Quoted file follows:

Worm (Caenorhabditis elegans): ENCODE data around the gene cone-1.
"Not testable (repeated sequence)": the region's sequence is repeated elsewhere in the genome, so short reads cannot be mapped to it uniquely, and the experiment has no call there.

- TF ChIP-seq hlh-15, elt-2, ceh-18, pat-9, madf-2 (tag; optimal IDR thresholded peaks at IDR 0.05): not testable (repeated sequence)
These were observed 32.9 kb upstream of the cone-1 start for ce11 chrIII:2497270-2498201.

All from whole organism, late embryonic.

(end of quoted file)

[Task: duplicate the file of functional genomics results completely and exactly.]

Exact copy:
Worm (Caenorhabditis elegans): ENCODE data around the gene cone-1.
"Not testable (repeated sequence)": the region's sequence is repeated elsewhere in the genome, so short reads cannot be mapped to it uniquely, and the experiment has no call there.

- TF ChIP-seq hlh-15, elt-2, ceh-18, pat-9, madf-2 (tag; optimal IDR thresholded peaks at IDR 0.05): not testable (repeated sequence)
These were observed 32.9 kb upstream of the cone-1 start for ce11 chrIII:2497270-2498201.

All from whole organism, late embryonic.